NewsCommunityRunway run a runaway successBy John Keogh – November 7, 2014 936 Facebook Print Twitter by Bernie EnglishSign up for the weekly Limerick Post newsletter Sign Up [email protected] THE Limerick branch of the Samaritans is set to share in a €26,000 donation from Shannon Airport, thanks to a memorable fundraising programme by airport staff, supported by Bank of Ireland. Three initiatives organised by airport staff over the past 12 months saw it raise its largest figure to date across its annual designated charity programme, with all proceeds going to the airport’s 2014 designated charity, the Samaritans.The main event was the Bank of Ireland Runway Run held on ‘Independence Day’, July 4 – the first night run on an Irish airport runway.1,000 runners went to the line for a floodlit 5km trek along the airport runway that raised more than €17,000, largely thanks to generous Bank of Ireland sponsorship. Runners came from as far afield as Cork, Mayo and Dublin for the Runway Run, which was fully booked three days in advance.As part of the fundraising campaign, airport staff also embarked on a huge endurance test for a day in May as they braved driving wind and rain to cycle 175km from King John’s Castle in Limerick to the Cliffs of Moher and back to Shannon Airport.The first leg of the programme was a musical celebration in December of last year when more than 900 gathered in the main terminal building and gave generously at a rip-roaring free show by the queen of accordion music, Sharon Shannon.Speaking at the presentation of the cheque at the airport, Shannon Group commercial director Andrew Murphy said staff were delighted to put their weight behind fund raising for the Samaritans. WhatsApp Previous articleMary gives depth to the little voiceNext articleCouncil silence over Scare Factory closure order John Keoghhttp://www.limerickpost.ie Advertisement Email Linkedin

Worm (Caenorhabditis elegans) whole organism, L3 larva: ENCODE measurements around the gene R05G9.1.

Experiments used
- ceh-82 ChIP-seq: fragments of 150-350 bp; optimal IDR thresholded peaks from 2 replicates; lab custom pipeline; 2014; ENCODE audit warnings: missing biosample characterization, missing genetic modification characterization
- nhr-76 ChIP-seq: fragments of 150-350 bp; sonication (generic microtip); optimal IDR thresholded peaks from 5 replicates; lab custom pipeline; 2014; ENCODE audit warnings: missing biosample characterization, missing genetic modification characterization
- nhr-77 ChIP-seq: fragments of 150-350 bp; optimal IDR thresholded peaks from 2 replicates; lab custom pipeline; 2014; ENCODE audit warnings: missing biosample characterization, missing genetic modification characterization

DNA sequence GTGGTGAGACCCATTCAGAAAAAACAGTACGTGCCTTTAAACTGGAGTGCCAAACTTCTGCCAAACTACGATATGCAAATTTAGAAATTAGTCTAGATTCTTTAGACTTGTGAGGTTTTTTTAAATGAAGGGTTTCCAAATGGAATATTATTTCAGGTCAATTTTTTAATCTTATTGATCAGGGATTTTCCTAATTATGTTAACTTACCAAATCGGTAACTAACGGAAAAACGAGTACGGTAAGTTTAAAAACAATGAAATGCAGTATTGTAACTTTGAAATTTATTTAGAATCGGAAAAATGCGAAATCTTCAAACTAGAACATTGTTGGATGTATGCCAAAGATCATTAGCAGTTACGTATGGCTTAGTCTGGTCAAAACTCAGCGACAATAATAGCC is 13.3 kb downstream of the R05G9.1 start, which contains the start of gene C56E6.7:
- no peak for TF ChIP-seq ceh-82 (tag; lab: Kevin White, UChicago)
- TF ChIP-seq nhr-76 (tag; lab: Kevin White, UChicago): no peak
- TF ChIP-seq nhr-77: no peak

In the past two seasons, the Wisconsin men’s basketball team could not afford to have now-junior forward Sam Dekker take a night off on offense.While Wisconsin would rather Dekker not take a backseat scoring-wise, this season, he is finding other ways to contribute and help the fifth-ranked Badgers win.Coming to Wisconsin, Dekker was, for the most part, an isolation scorer, and as a result his effectiveness on the court was limited.This season, in Wisconsin’s most recent home game against Minnesota last Saturday, Dekker struggled offensively, scoring only five points on 1 of 8 shooting in 36 minutes. It was his first time scoring in single digits in his past 11 games.But this time, perhaps unlike past seasons, Dekker’s effectiveness over the course of the game against Minnesota wasn’t held in check and the Badgers won, defeating the Gophers while staying in control for the majority of the game.Now in his third year with the team, Dekker has taken a big leap toward becoming the all-around player head coach Bo Ryan and the entire program desire at Wisconsin.And that, perhaps, has been the biggest step the junior has taken this season.“I’ve had to focus on the little things,” Dekker said. “Those things like moving without the ball kind of propel my game in a way that raises the other aspects of it as well.”Movement off the ball has been a large factor in Dekker’s increase in offensive efficiency in his third season as a Badger. That movement does not just open up easy opportunities for Dekker to score, it also opens up opportunities for the entire team.“Getting an offensive rebound off your movement, or seeing guys trap Frank [Kaminsky] and being able to cut off of that, it opens an alley for me,” Dekker said. “When you have teammates that are unselfish enough to get you the ball in those situations, it makes our team better and it makes the game come easier to us.”Dekker has also shown better decision-making over the course of the 2014-15 season.Earlier in the year there were times when Dekker took ill-advised shots early in the shot clock that disrupted the flow of Wisconsin’s offense.Jason Chan/The Badger HeraldThose mistakes never went unpunished, as he was usually sent to the bench shortly after. His time on the bench appears to have taught him his lesson.Dekker began using his strength more to attack the basket, and as a result, his shots have been smarter and more efficient.“He knows his strengths and knows he didn’t need to settle for jump shots as much as he was,” redshirt senior guard Josh Gasser said. “That’s just the point [Ryan] was trying to make. He has such a great skill-set and great size that he can affect the game in a lot of ways, so he wants to be able to prove that.”Dekker’s increased motion and decision-making on offense have not only shown results for the team on the court, but also personal results in the box score, as Dekker is shooting 52 percent from the field so far this season – his highest mark in his three years.Dekker has proven to be a very versatile player on the offensive end. Through 28 games this season, Dekker is averaging 13.1 points. He scored in double figures in all but two of his last 19 games, and both of his 20-point performances this season have come in the last five games.However, as is the case with most Ryan-coached players, Dekker’s improvements started with his work on the defensive end of the floor.Jason Chan/The Badger HeraldBut versatility on offense requires Dekker to be the same on the other side of the ball. Being a lengthy, athletic wing player, Dekker holds the responsibility to guard multiple positions and be active on every defensive possession.Dekker’s improvement in discipline on defense required more than just physical stature. It’s required the proper mentality.“To play defense on every possession and be accountable on every possession, that’s been a habit he has had to build,” associate head coach Greg Gard said. “He’s gotten better with his stance, his footwork has gotten better, his strength is better and his stamina is better. All those physical things have gotten better.“But mentally he’s been able to discipline himself a little more to lock in and focus for that specific possession,” Gard said.Coming into the season, the hype surrounding Dekker involved his scoring and his offensive versatility. But now, 28 games into the season, it is more than clear that Dekker’s ability to do the little things on the court are what is helping him make the biggest strides.It is those little things that are helping Dekker grow as a player as he works to reach his full potential.“He’s been more active, more involved, in better position defensively and more active on the glass,” Gard said. “The other parts of his game have improved, and with all those things combined, he’s trying to make himself a more complete player.”